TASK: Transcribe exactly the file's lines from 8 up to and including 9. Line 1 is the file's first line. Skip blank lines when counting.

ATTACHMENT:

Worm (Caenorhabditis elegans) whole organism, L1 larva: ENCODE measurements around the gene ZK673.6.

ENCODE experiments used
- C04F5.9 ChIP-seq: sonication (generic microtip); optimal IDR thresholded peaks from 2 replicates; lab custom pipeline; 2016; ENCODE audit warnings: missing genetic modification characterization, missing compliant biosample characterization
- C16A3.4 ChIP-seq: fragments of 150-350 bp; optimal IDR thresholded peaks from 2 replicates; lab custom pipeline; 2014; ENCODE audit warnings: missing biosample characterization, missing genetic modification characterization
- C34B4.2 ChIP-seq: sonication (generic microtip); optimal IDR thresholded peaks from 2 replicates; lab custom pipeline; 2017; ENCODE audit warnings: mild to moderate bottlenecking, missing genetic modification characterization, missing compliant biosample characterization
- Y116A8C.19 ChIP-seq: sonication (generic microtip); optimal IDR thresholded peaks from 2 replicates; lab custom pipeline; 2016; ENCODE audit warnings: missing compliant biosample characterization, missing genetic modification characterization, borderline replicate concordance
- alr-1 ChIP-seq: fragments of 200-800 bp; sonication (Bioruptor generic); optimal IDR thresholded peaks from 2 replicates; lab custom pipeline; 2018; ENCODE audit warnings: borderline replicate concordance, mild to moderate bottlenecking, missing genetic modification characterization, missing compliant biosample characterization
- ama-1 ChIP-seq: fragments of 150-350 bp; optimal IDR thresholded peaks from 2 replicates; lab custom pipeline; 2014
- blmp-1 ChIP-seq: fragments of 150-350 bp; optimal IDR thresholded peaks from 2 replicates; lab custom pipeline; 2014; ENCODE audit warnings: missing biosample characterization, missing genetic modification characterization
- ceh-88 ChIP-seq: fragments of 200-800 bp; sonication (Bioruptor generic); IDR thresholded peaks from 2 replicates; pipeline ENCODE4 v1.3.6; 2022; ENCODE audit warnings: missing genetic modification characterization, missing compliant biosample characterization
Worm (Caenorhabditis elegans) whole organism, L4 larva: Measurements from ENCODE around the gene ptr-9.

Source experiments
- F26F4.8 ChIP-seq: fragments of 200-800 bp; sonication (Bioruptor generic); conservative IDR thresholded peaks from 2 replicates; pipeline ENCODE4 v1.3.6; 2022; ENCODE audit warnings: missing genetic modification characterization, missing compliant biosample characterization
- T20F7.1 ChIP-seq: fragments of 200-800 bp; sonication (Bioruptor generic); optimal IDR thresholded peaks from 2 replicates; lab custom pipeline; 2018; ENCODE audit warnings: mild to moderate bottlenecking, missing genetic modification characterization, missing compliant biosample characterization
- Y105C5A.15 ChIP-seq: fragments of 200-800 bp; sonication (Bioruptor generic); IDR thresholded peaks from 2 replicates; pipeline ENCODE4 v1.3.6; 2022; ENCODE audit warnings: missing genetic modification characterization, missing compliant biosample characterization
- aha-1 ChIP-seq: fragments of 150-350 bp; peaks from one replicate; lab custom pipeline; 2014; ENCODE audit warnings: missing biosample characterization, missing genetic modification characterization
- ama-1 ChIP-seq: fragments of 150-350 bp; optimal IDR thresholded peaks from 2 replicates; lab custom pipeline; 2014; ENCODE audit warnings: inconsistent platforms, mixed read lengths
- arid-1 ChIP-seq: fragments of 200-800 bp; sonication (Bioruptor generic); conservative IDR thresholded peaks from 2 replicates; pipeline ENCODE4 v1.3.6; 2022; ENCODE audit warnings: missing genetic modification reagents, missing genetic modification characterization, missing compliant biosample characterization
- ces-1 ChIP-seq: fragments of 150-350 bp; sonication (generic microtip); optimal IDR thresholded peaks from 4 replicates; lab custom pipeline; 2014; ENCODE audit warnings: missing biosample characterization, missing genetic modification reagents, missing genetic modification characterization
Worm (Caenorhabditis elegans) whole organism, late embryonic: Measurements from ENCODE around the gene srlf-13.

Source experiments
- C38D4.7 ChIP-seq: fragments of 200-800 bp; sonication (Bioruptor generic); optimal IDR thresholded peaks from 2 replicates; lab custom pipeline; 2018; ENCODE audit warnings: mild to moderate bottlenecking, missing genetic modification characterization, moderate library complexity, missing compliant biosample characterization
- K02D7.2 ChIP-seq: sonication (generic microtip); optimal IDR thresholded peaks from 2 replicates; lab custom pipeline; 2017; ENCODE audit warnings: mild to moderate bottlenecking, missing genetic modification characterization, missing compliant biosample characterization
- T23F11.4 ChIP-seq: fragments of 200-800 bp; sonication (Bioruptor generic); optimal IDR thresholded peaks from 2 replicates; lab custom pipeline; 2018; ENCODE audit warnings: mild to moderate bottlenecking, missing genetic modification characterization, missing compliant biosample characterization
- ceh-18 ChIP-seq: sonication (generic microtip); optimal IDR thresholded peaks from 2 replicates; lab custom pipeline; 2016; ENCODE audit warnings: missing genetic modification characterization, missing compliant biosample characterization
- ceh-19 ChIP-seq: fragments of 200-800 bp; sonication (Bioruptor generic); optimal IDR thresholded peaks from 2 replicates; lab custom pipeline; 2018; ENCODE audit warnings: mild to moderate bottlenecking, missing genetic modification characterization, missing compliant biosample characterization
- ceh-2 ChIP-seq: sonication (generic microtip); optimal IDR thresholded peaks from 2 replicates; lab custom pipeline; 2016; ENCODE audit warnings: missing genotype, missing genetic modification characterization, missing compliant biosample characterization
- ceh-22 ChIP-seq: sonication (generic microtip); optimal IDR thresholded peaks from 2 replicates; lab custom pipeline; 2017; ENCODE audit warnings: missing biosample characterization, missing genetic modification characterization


- ama-1 ChIP-seq: fragments of 150-350 bp; optimal IDR thresholded peaks from 2 replicates; lab custom pipeline; 2014
- blmp-1 ChIP-seq: fragments of 150-350 bp; optimal IDR thresholded peaks from 2 replicates; lab custom pipeline; 2014; ENCODE audit warnings: missing biosample characterization, missing genetic modification characterization